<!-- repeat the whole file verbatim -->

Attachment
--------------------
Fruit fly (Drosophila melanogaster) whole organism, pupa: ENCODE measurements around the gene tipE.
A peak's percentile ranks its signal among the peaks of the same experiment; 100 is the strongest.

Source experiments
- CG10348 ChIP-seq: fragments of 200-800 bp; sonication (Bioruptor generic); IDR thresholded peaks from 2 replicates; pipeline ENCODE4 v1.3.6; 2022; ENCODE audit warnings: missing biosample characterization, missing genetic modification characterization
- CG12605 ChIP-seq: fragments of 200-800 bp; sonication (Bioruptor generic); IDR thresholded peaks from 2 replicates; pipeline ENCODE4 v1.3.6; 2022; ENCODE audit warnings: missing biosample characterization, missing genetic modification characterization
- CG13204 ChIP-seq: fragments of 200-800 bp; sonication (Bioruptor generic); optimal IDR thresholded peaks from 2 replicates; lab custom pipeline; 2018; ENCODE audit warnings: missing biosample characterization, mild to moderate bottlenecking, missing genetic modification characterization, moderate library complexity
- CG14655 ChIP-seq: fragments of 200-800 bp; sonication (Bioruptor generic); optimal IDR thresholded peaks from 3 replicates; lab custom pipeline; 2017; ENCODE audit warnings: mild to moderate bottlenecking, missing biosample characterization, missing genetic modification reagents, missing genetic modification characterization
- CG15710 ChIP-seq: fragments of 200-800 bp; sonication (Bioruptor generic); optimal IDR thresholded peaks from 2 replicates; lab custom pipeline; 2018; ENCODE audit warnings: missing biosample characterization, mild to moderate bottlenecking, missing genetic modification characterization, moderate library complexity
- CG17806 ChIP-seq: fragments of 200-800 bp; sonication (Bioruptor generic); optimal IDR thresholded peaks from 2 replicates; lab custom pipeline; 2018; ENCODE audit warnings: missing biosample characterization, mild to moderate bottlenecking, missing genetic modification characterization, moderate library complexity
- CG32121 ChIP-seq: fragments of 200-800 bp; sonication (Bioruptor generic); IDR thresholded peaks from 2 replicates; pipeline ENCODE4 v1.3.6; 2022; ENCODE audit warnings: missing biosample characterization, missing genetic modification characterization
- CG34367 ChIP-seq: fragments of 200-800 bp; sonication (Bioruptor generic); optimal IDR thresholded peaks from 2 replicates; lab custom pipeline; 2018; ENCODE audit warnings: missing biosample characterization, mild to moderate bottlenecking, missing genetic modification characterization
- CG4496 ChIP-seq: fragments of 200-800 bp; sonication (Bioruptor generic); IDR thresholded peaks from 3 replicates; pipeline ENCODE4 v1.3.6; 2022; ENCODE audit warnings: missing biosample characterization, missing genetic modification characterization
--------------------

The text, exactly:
Fruit fly (Drosophila melanogaster) whole organism, pupa: ENCODE measurements around the gene tipE.
A peak's percentile ranks its signal among the peaks of the same experiment; 100 is the strongest.

Source experiments
- CG10348 ChIP-seq: fragments of 200-800 bp; sonication (Bioruptor generic); IDR thresholded peaks from 2 replicates; pipeline ENCODE4 v1.3.6; 2022; ENCODE audit warnings: missing biosample characterization, missing genetic modification characterization
- CG12605 ChIP-seq: fragments of 200-800 bp; sonication (Bioruptor generic); IDR thresholded peaks from 2 replicates; pipeline ENCODE4 v1.3.6; 2022; ENCODE audit warnings: missing biosample characterization, missing genetic modification characterization
- CG13204 ChIP-seq: fragments of 200-800 bp; sonication (Bioruptor generic); optimal IDR thresholded peaks from 2 replicates; lab custom pipeline; 2018; ENCODE audit warnings: missing biosample characterization, mild to moderate bottlenecking, missing genetic modification characterization, moderate library complexity
- CG14655 ChIP-seq: fragments of 200-800 bp; sonication (Bioruptor generic); optimal IDR thresholded peaks from 3 replicates; lab custom pipeline; 2017; ENCODE audit warnings: mild to moderate bottlenecking, missing biosample characterization, missing genetic modification reagents, missing genetic modification characterization
- CG15710 ChIP-seq: fragments of 200-800 bp; sonication (Bioruptor generic); optimal IDR thresholded peaks from 2 replicates; lab custom pipeline; 2018; ENCODE audit warnings: missing biosample characterization, mild to moderate bottlenecking, missing genetic modification characterization, moderate library complexity
- CG17806 ChIP-seq: fragments of 200-800 bp; sonication (Bioruptor generic); optimal IDR thresholded peaks from 2 replicates; lab custom pipeline; 2018; ENCODE audit warnings: missing biosample characterization, mild to moderate bottlenecking, missing genetic modification characterization, moderate library complexity
- CG32121 ChIP-seq: fragments of 200-800 bp; sonication (Bioruptor generic); IDR thresholded peaks from 2 replicates; pipeline ENCODE4 v1.3.6; 2022; ENCODE audit warnings: missing biosample characterization, missing genetic modification characterization
- CG34367 ChIP-seq: fragments of 200-800 bp; sonication (Bioruptor generic); optimal IDR thresholded peaks from 2 replicates; lab custom pipeline; 2018; ENCODE audit warnings: missing biosample characterization, mild to moderate bottlenecking, missing genetic modification characterization
- CG4496 ChIP-seq: fragments of 200-800 bp; sonication (Bioruptor generic); IDR thresholded peaks from 3 replicates; pipeline ENCODE4 v1.3.6; 2022; ENCODE audit warnings: missing biosample characterization, missing genetic modification characterization